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What Degree Do You Need To Be A Financial Analyst

By David Krug 3 minute read


Keeping up-to-date on economic trends, business news, and corporate strategy allows financial analysts to provide customers with investment advice on whether to purchase and sell.

They also create reports to clarify their analysis, share their knowledge with colleagues who aren’t financial professionals, and express their viewpoints to the general public and the financial media on occasion.

They also produce reports. The financial services and insurance businesses employ a large number of people in this field.

Analyzing macroeconomic and microeconomic factors, as well as the fundamentals of individual companies, is the job of a financial analyst.

Investors sometimes get advice from financial advisors on whether to purchase an investment or sell an existing one, with the advice being based on the stock’s overall presentation and expected strength.

Analyzers need to keep up with the latest innovations in their field of specialization as well as the creation of financial models that can anticipate future economic circumstances based on a wide range of factors.


A bachelor’s degree in finance or business administration is desirable, although many financial analysts additionally pursue master’s degrees and extra financial analyst courses.

As a college student who is interested in a career in finance, you should study business, economics, accounting, and math classes.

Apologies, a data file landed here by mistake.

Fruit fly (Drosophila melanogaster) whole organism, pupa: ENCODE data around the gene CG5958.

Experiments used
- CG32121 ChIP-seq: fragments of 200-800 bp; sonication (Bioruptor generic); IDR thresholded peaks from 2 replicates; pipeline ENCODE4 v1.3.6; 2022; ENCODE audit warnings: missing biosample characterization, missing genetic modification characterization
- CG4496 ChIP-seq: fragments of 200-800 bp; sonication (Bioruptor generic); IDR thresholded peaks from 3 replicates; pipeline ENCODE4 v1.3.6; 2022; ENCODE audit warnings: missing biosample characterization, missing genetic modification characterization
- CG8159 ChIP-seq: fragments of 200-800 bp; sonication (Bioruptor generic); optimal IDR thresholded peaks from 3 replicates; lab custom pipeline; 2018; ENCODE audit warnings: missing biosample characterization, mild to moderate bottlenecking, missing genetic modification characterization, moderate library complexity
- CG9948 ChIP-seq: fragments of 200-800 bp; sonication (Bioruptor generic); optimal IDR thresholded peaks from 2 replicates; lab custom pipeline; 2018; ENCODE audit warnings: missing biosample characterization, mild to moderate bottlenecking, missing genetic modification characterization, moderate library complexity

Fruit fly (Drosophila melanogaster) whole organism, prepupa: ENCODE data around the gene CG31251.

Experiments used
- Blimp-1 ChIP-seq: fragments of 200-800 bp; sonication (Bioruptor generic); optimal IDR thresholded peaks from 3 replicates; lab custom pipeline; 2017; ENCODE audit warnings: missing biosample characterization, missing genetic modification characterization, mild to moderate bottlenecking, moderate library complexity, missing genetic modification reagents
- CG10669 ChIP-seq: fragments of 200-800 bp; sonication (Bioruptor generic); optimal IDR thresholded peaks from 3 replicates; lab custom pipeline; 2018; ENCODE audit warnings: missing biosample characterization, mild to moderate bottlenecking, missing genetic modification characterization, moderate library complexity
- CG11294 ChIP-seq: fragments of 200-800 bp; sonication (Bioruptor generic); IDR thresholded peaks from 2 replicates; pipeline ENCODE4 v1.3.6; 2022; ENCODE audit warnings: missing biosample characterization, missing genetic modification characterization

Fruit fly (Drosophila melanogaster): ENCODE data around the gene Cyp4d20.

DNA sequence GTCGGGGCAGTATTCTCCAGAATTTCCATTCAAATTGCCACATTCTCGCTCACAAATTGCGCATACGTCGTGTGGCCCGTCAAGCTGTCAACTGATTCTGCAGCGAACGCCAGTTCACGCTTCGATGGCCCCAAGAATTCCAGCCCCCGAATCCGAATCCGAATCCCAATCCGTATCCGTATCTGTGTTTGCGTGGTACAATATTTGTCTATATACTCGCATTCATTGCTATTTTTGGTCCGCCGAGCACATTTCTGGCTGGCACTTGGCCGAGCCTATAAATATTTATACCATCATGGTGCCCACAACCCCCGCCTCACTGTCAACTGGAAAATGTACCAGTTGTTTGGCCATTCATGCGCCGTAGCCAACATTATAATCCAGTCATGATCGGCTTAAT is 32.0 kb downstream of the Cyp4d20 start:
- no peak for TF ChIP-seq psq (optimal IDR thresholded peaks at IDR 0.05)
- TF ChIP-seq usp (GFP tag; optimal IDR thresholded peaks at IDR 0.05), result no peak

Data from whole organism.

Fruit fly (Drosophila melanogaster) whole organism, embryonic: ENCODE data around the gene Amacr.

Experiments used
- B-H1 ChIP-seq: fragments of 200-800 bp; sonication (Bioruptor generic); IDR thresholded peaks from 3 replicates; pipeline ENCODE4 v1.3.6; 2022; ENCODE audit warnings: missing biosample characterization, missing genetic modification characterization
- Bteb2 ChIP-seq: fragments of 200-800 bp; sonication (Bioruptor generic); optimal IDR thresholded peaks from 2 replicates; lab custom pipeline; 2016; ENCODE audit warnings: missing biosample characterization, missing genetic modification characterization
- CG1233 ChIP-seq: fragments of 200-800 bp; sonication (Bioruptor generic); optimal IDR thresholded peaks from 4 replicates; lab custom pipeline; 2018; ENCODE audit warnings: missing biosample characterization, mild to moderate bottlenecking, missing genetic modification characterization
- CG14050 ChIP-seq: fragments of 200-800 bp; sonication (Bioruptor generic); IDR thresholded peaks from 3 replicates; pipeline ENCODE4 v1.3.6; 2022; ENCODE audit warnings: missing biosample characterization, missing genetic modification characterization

Some of the most popular degrees include computer science, physics, biology, and engineering. Firms generally recruit junior analysts with these backgrounds, although MBA grads are often hired as senior analysts immediately out of business school.

You may also become a financial analyst without going to college by passing the Series 7 and 63 tests or by enrolling in the CFA Program.

As these examinations can be exceedingly difficult, they may be out of reach for those who have never studied or worked in a financial setting before taking them.

In addition to the numerous practice tests and programs available to students, several schools also provide instruction for those who qualify.

The vast majority of college graduates have a good shot at a successful career as a financial analyst. With a few years of experience under their belt, a junior analyst can progress to a senior analyst post.

An individual who passes the Series 7 test, given by FINRA (formerly the National Association of Securities Dealers (NASD)), will be able to trade in all forms of corporate securities and save commodities and futures, without further qualification.

FINRA also conducts the Series 63 examination. Once the test has been passed, the candidate will be able to solicit orders for corporate debt and equity instruments, such as ordinary and preferred stock and other types of bonds and warrants.


Depending on the sort of organization they work for, financial analysts prefer to specialize. Analysts are employed by banks, investment firms, insurance companies, and other financial institutions.

When it comes to the finance world, most analysts work for either buy-side companies that conduct stock research for their own funds or sell-side firms that do stock research for their own funds. It’s a type of investment house that manages its own money. 

Analysts working for a sell-side business assess and contrast the quality of securities within a certain industry or sector.

Analyzers then provide reports with specific recommendations such as buy, sell, or hold depending on the results of the analysis.

According to the US Bureau of Labor Statistics, the median wage for financial analysts with a bachelor’s degree was $76,950. From 2012 through 2022, 39,300 jobs are predicted to be created or rescinded.

Although this is a lucrative career, analysts often work more than 40 hours a week. One in three analysts works 50 to 70 hours every week, according to!

David Krug